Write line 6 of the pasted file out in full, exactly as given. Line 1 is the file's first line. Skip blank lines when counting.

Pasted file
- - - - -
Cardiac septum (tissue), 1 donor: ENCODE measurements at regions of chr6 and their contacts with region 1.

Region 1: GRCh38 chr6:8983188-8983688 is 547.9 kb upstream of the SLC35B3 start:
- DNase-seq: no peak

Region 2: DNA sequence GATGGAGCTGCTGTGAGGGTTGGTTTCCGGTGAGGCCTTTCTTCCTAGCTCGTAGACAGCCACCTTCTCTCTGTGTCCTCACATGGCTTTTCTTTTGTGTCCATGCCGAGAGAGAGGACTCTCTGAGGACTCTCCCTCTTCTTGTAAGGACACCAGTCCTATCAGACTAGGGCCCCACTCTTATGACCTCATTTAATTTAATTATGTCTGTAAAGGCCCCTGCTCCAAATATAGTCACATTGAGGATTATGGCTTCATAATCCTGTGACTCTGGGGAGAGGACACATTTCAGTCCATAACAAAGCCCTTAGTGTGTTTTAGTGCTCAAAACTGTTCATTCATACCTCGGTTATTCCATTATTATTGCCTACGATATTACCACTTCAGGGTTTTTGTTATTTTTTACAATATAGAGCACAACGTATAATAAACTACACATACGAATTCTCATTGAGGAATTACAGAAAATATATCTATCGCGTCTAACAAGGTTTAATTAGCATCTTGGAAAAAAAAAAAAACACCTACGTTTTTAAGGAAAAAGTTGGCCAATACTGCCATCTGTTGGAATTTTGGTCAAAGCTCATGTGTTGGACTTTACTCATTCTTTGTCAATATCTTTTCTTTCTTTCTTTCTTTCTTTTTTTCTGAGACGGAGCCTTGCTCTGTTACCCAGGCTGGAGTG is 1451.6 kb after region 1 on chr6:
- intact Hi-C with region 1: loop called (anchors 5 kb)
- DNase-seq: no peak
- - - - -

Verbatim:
- DNase-seq: no peak